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The Who put rock-opera songs front and center at Moody Center concert

Though they first left their mark in the 1960s with now-classic hits such as "My Generation" and "I Can See for Miles," The Who arguably cemented its future spot in the Rock and Roll Hall of Fame with a dramatic turn toward rock operas. If that's what you've always loved the most about The Who's music, then Tuesday night's concert at the Moody Center was for you.

Backed by a 48-piece orchestra consisting primarily of musicians from Austin's jazz and classical communities, founding members Roger Daltrey and Pete Townshend marched through a two-hour set that began with a fair chunk from their 1969 opus "Tommy" and concluded with a half-hour of material from 1973's similarly ambitious "Quadrophenia."

The Who performs at the Moody Center in Austin on May 3, 2022.

The orchestra, Townshend explained just before the "Quadrophenia" section, was Daltrey's idea. "I was skeptical" at first, he admitted, wondering exactly how they'd manage to recruit dozens of players from each city on their tour to fill out the expansive crew of strings, horns, woodwinds and percussion. "But it's been such a joy," he concluded, adding that the extra musicians especially helped bring the "Quadrophenia" material to life.

Pete Townshend performs May 3 during The Who's show at the Moody Center.

That was clearly evident in the home stretch. Earlier in the set, the orchestra was often difficult to hear over The Who's core rock-band lineup (which included Pete's brother Simon Townshend on acoustic guitar, drummer Zak Starkey, keyboardist Loren Gold, bassist Jon Button and backing vocalist Billy Nichols). But the strings and horns got their moment on "The Rock," an extended instrumental that filled the arena with precisely the kind of musical grandeur that made The Who's rock-opera era so consequential.

Daltrey's powerhouse-vocal showcase "Love, Reign O'er Me" followed before a finale of the fan-favorite "Baba O'Riley" from "Who's Next," a landmark 1971 album that grew out of another abandoned rock-opera project. Just before the "Quadrophenia" section, they'd played the "Who's Next" staples "Behind Blue Eyes" and "Won't Get Fooled Again," the latter energizing the audience with Daltrey's signature scream near the end.

Roger Daltrey gives his microphone a signature twirl May 3 during The Who's performance at the Moody Center.

As was the case when The Who last played Austin at the Erwin Center in 2015, the concert fell well short of selling out. After the Beatles and the Rolling Stones, The Who was arguably the next-biggest rock band to emerge from England in the 1960s — but its live draw in the 21st century doesn't compare to that of Paul McCartney or the Stones.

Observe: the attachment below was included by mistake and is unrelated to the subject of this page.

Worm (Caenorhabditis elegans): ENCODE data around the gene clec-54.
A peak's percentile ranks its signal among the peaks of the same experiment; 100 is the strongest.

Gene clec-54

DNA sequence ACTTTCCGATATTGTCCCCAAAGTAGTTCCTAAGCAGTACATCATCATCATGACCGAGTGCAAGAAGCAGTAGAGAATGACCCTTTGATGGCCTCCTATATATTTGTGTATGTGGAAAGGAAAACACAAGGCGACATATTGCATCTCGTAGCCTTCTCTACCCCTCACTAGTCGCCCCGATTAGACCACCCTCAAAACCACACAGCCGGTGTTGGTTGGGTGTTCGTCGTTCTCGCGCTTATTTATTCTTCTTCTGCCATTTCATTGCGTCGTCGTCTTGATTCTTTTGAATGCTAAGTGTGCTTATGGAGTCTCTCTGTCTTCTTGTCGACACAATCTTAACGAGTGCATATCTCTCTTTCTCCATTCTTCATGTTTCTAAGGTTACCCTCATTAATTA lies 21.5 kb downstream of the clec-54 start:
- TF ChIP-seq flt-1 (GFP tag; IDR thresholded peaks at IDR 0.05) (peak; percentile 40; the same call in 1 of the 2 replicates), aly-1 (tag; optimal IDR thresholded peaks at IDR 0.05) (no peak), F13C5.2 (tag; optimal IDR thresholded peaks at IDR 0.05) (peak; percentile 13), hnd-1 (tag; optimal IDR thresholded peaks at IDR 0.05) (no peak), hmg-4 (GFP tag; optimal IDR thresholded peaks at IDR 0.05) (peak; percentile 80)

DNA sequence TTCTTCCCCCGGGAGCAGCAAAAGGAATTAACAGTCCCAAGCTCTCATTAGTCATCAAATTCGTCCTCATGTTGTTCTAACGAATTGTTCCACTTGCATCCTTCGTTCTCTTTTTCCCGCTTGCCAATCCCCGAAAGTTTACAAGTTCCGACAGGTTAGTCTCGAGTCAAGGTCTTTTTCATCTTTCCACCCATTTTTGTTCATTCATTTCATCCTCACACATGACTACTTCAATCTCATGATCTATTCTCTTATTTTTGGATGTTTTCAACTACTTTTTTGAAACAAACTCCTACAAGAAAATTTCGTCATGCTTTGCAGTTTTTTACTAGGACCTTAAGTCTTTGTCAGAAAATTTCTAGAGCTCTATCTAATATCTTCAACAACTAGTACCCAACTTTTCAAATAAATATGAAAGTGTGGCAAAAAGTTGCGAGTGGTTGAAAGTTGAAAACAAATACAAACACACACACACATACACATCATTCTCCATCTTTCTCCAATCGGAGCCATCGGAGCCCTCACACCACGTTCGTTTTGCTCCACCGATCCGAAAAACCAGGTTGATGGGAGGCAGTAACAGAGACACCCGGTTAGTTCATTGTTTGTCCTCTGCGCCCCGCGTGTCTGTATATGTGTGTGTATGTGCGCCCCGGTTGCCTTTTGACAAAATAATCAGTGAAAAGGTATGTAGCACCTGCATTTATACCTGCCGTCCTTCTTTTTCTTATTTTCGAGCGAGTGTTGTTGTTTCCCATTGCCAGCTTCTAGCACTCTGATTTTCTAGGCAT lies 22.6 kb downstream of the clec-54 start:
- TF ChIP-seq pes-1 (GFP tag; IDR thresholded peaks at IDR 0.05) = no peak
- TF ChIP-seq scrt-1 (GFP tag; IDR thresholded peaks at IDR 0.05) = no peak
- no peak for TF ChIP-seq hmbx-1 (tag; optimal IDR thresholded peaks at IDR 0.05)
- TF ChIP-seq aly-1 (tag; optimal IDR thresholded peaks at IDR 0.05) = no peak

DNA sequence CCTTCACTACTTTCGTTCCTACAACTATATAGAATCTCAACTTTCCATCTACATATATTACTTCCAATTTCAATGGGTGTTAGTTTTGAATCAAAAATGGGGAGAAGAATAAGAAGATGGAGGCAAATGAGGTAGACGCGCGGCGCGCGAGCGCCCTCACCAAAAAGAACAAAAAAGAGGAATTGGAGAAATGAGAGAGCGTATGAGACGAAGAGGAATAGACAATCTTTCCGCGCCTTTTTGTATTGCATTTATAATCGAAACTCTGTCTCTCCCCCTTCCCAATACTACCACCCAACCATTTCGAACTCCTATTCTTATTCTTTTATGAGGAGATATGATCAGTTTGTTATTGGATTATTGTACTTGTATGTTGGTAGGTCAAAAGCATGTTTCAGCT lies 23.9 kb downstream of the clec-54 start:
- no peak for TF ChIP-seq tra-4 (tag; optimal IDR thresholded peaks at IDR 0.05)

From the archives:Review of The Who's 2015 concert at the Erwin Center

Nevertheless, Daltrey and Townshend seem grateful to still be on the road in their 70s. "It's so great to see so many people come out and see us," Townshend said early in the set, just after they'd wrapped up a half-hour of highlights from "Tommy" that included almost all of the double-album's first side.

He acknowledged the newness of the Moody Center, which recently replaced the Erwin Center, site of the band's only two previous Austin appearances (the first was in 1980). "It sounds pretty good; I'm sure it will get better," he added, correctly assessing that the room's acoustics, while better than the Erwin Center, still could be improved.

More:A comprehensive look at UT's new Moody Center arena

Townshend also acknowledged Austin's reputation as a musical mecca, though he drew a hearty chorus of catcalls from the crowd when he added, "I think you probably could've done without Willie Nelson." He quickly backed up, saying "God bless the man!" (Whether or not Townshend is a fan of Nelson's music, he'd do well to follow Willie's lead in showing how performers can keep touring not just into their 70s, but their 80s.)

Touring violinist Katie Jacoby performs with local string players supporting The Who on May 3 at the Moody Center. The Who has been recruiting local musicians to play with their touring band in each city on the tour.

The orchestra — which featured touring violinist Katie Jacoby and cellist Audrey Q. Snyder, as well as conductors Keith Levenson and Emily Marshall — left the stage for most of a middle section that gathered a grab-bag of hits mostly from the 1970s and '80s, including "Join Together," "You Better You Bet" and "The Seeker." "You might have noticed the orchestra leaving; they're fed up," Townshend joked, but of course they returned a few songs later.

Related:5 Latin music shows to celebrate Cinco de Mayo in Austin

Tennessee singer-songwriter Amythyst Kiah opened the concert with a well-received half-hour set that featured songs from her 2021 album "Wary + Strange." Kiah earned a Grammy nomination for a song she wrote on a 2019 collaborative album with Rhiannon Giddens, Allison Russell and Leyla McCalla.

Amythyst Kiah opens for The Who on May 3 at the Moody Center.

She performed with a three-piece band that provided solid blues-folk-rock support throughout but kept the focus on Kiah's impressive lead vocals. "Thank you for giving the opener a chance, I appreciate it," she said before her last song, and the audience responded in kind with a hearty cheer.